Although civil war no longer rages in Tajikistan, popular unrest and an increasingly authoritarian regime have made conditions hard for journalists in the republic. Reporting remains a dangerous profession, especially for the few journalists who dare to investigate power struggles in the political and military elite or trafficking in weapons and drugs by criminal mafias. According to local journalists, local law enforcement agencies are responsible for much of the harassment, beatings, and threats that they endure.

International observers of the parliamentary elections in February and March, including a joint mission of the United Nations and the Organization for Security and Cooperation in Europe, condemned state interference in the electoral process. Local press coverage of the campaigns overwhelmingly favored the ruling People's Democratic Party of President Imomali Rakhmonov, which retained nearly all important government posts and dominated Parliament after the elections.

Article 135(2) of the Tajik Penal Code stipulates that "the distribution of clearly false information defaming a person's honor, dignity, or reputation" is punishable by up to two years in jail. Article 137 stipulates a punishment of up to five years imprisonment for insulting or defaming the president. No journalist was jailed under these provisions in 2000. Instead, attacks on the press took a more violent form.

On May 12 in the capital, Dushanbe, armed men in military uniforms assaulted Saifadin Dostiev, a correspondent for the Tajik-language service of Radio Free Europe/Radio Liberty. Dostiev was badly beaten. On August 27, CPJ sources reported the beating of Nematulloi Nurullo, a journalist for the paper Jumhuriyat, who was allegedly assaulted by two Dushanbe policemen and received serious injuries, including a concussion and hearing loss in one ear.

Dodojon Atovullo, editor of the Russian-language paper Chroghi Ruz, which is now being published in Moscow, claimed that Tajik officials had taken out a contract on his life. The officials were angered, he told CPJ, by articles and interviews in which he accused government authorities of patronizing drug trafficking in Central Asia. Atovullo claimed that the Tajik government had asked Russian authorities to extradite him, forcing the journalist to flee to Germany.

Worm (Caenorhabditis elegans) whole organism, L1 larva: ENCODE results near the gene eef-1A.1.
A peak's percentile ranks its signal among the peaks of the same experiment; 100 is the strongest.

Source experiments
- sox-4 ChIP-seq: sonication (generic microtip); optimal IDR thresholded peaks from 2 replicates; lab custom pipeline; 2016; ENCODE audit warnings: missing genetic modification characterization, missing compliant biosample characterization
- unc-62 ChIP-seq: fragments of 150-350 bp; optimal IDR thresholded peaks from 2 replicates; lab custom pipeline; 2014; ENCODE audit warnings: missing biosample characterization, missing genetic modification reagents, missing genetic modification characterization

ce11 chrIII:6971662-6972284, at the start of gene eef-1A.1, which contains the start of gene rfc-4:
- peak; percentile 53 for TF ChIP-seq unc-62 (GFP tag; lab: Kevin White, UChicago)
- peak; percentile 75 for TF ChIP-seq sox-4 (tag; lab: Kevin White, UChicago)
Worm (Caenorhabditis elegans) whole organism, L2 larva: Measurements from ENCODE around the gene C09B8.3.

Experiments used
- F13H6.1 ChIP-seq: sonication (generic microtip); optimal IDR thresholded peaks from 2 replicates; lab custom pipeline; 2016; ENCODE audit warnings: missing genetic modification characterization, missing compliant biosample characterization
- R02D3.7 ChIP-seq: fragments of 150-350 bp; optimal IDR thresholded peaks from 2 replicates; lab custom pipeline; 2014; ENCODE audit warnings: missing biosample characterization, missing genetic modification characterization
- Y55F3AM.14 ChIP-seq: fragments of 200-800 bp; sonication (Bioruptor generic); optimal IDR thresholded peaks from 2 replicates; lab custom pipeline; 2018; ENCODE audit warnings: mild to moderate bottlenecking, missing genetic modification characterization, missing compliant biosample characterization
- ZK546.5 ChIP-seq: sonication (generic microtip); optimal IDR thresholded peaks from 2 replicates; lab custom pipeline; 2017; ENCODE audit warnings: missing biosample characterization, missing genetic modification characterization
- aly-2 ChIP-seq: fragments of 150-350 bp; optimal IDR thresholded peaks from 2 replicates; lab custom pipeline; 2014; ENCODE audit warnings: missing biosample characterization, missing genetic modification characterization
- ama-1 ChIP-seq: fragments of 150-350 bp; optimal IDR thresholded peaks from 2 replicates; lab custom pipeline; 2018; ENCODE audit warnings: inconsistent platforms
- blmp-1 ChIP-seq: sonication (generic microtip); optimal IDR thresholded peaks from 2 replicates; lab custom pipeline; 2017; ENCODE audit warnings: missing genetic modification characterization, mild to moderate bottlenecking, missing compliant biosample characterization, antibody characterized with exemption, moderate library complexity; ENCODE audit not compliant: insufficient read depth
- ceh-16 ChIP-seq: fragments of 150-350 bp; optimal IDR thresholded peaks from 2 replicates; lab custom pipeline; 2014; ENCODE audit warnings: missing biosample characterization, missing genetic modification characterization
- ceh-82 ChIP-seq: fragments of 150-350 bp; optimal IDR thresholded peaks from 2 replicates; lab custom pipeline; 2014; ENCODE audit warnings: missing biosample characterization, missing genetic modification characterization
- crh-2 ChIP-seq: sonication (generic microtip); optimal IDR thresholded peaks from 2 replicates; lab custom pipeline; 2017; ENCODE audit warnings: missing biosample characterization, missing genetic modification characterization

On May 20, unknown individuals murdered Saifulo Rahimov, president of Tajikistan's State TV and Radio Committee. CPJ sources in the region believe the killing was motivated by political intrigue, rather than Rahimov's journalistic work. They also cited a possible financial motive, since the government had earmarked huge funds for state television.

On August 5, the weekly newspaper Najot was banned from sale at the Sharki Ozod center, where most newspapers are printed and sold. The newspaper, which is published by an opposition Islamic party, also claimed that a number of journalists at the paper received threatening calls during the month of August. The editor, Muhiddin Idizod, was beaten up on the street earlier in the year, according to local sources.

In May, Umed Mamadponoev, an employee of the state radio station Gosteleradio in the autonomous region of Gorno-Badakhshan, disappeared after the Tajik KGB interrogated him in connection with a program he had recently produced on the appalling living conditions of soldiers in the Tajik army. Mamadponoev's piece mentioned that many soldiers from Gorno-Badakhshan had died or been injured during their service. After local and international protests, it emerged that Mamadponoev had been conscripted into the army in retaliation for his broadcast. Colleagues who visited him in the fall of 2000 said he was in good health.

Tajikistan embraced the Internet only in January 1999, when the Ministry of Communications set up the republic's first Internet Service Provider (ISP). Though access is expensive for ordinary Tajiks, there are now four ISPs in the country and, so far, no legislation governing use of the Internet.

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